9. Coyote, It's What's for Dinner! Just checking to see if you were paying attention! Coyotes are scavengers and feed on road kill, carcasses, garbage and other nastiness. They're loaded with worms and parasites which don't make them suitable for consumption.
For more information on coyotes and coyote hunting check out www.furtakers.com. It's a fantastic predator hunting show on Outdoor Channel, produced by Ron Schara Productions. Watching this show alone can give you the confidence you need to pursue coyotes with effective tactics.
Feel free to share some of your coyote experiences. If you're new to the sport, welcome to the addiction!
HFH is a fun ice fishing contest honoring the Armed Forces who have served our country, and their families who have sacrificed along with them. There will be great prizes, food, and fun activities for kids....not to mention great fishing!
This event is going to be simulcast to soldiers overseas. Advanced registration is required. For more information visit http://2012holesforheroes.eventbrite.com/
KICKING BEAR CAMP FOR KIDS
Coyote Creek Gun & Archery
Kicking Bear is a non-profit that connects kids in need with mentors. Activities include archery, bb guns, sling shots, tug of war, rack scoring by P&Y club, and perhaps a giant marshmellow fight!
For more information contact Coyote Creek Gun & Archery
3600 South Broadway
Rochester, MN 55904-4511
Le Sueur, MN
Scott County Pheasants Forever is hosting their 4th Annual Military Appreciation Event ‘Operation Upland Pheasant Hunt & Sporting Clay Shoot’ for local & outstate Minnesota Soldiers on Saturday, March 24, 2012 at the Caribou Gun Club & Hunting Preserve in Le Sueur, MN. OUPH provides these returning soldiers with an ‘all-expense paid’ day of upland pheasant hunting, sporting clays, lunch and camaraderie with fellow servicemen/women and outdoor enthusiasts. Since this event was launched in 2009, over 150+ soldiers have enjoyed a day afield and have been reacquainted with not only their passion of hunting, traditions...but the great outdoors and fellow tour of duty comrades.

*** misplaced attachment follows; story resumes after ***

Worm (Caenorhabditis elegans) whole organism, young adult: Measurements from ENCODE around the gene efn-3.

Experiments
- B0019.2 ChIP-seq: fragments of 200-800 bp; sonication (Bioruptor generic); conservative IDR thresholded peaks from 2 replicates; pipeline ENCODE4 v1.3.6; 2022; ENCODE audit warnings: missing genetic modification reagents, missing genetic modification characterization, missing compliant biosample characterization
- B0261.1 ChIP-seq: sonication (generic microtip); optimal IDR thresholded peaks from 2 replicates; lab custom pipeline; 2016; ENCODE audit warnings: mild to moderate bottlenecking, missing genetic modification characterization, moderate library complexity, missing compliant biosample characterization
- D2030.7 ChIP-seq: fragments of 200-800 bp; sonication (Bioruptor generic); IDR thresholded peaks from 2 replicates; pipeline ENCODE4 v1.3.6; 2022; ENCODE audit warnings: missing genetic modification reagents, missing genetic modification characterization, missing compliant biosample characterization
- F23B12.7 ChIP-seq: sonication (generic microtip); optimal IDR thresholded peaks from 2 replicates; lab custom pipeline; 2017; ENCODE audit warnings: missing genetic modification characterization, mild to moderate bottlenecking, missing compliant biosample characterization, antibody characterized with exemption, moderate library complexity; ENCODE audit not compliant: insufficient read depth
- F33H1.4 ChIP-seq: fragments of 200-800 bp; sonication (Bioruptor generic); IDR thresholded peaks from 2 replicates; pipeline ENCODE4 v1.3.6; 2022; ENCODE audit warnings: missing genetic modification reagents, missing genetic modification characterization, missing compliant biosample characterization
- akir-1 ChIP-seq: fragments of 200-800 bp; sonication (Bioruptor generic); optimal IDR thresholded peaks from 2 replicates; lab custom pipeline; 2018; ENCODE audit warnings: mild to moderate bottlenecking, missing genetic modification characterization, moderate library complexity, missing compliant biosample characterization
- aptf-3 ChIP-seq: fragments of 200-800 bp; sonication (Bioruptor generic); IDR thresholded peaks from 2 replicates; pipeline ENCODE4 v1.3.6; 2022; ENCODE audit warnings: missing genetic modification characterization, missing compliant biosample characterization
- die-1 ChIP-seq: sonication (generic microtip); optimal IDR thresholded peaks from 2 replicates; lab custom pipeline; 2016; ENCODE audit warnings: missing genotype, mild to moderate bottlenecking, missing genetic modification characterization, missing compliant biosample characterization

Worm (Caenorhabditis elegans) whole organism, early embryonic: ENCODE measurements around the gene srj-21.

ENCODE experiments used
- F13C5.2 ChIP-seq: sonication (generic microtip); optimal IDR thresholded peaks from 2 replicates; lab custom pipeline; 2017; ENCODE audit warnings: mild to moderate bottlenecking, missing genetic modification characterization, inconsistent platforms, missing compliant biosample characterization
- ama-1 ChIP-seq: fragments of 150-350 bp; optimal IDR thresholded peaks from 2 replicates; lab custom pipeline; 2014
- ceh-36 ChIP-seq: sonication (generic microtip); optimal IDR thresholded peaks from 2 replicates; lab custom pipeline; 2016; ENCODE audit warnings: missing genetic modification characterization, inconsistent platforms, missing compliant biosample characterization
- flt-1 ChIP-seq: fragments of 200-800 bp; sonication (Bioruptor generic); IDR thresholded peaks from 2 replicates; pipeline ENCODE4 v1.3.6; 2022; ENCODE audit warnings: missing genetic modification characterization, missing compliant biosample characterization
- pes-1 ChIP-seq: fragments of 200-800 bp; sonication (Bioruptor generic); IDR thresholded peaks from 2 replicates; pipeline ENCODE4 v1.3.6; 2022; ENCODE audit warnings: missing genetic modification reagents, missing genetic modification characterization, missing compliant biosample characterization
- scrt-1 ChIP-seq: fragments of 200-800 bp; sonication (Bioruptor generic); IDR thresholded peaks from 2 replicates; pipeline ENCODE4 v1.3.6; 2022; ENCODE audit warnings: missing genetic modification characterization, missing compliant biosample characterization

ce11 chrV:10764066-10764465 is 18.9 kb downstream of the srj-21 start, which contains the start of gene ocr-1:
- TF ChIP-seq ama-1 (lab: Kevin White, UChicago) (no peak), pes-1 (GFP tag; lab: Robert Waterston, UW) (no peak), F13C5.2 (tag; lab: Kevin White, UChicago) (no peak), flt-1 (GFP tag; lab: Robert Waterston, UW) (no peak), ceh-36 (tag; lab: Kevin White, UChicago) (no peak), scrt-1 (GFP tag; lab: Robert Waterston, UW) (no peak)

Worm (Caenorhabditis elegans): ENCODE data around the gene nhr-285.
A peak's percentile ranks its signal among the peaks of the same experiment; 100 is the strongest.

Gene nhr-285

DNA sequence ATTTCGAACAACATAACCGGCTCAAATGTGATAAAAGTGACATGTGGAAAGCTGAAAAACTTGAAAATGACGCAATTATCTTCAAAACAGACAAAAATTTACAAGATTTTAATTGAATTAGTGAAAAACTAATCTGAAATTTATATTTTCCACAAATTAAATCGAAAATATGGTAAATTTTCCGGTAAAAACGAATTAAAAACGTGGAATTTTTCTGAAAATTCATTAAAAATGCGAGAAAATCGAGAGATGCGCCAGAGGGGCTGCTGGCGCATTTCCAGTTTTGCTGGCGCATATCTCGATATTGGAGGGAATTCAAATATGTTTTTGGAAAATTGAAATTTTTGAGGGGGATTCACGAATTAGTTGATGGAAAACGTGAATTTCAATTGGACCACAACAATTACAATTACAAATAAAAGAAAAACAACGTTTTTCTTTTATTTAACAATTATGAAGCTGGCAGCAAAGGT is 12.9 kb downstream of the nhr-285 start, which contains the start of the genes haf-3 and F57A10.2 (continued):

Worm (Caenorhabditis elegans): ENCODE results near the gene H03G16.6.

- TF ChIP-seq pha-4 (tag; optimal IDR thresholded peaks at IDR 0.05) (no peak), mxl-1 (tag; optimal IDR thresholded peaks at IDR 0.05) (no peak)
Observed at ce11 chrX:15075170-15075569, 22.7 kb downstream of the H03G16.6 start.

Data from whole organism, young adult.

"Minnesota troops have put their pheasant hunting trips on hold while serving our country abroad and these men and women have made extreme sacrifices for us by protecting our freedoms, our country and our main goal is giving them a well-deserved day afield…bottom line – this day is about them.”
Hey outdoor TV fans, tonight at 9:45 PM Central Time the Golden Moose Awards will be streamed live at www.outdoorchannel.com. You'll see your favorite outddor television hosts and also see Laura Schara work her magic interviewing people on the red carpet!
6:48 AM marked the opener of the MN Winter Trout Season. I headed out to Lake Cenaiko with a few friends and my son to experiece what is an annual ritual for dozens, if not hundreds of MN anglers. The gates opened around 5:30 AM with about 20 cars lined up. The guy at the gate said previous years have seen lines all the way out to the park entrance.
By 6:30 AM there were hundreds of portable shacks set up with anglers chomping at the bit to get their lines in the water. We set up our Frabill Headquarters Hub for the first time. It was instantly christened "The Shangri-La". We could fit a small army in this shack but this morning it ws just an army of me and my son.
The recent cold added a few inchs of good ice just in the nick of time. We were fishing on good ice that was between 6" and 8" and there were a few areas marked off with thin ice but for it appeared as though the lake was 100% fishable. Once we started I found myself staring at this image for the next 3 hours with very little action:
My inaction was interupted by some hooting and hoolering from about 100 ft to my north. Aaron Dreyer from Elk River hooked into a 22.5" beauty. He fought the fish for about 5 minutes making sure not to break his 2# test line.
Aaron Dreyer - Elk River, and his 22.5" Rainbow Trout
While I was distracted taking pictures and talking to Aaron about his big catch my buddy Matt Bistodeau was busy putting fish on the ice. By mid-morning he had three around the 15" mark.
Matt Bistodeau exits the The Shangri-La to show off his catch
My son Theo was getting a little bored and I wasn't far behind him but we kept our lines in the water and hoped for a bite. We had something hit both our lines but neither of us hooked it. A few minutes later Theo picked up a blip on the Vexilar and hooked into his first rainbow trout. A brief battle ensued with Theo winning the fight. The trout is now resting comfortably in our freezer until tomorrow afternoon when we'll cook it up for lunch!
Theo Petrie holds his first rainbow trout
Most anglers were heading off the ice by mid-morning. We cut out about 11 AM but will definately be heading back. The season runs through March 31 with angling from 1 hr before sunrise to 1 hr after sunset. It's a stocked pond with over 3000 fish released this year. As Aaron proved this morning there are some slobs swimming around. No live bait is allowed other than maggots. It costs you $5 to park and $10 for a MN State Trout Stamp.
Great-affordable fun for the whole family. See you on the ice!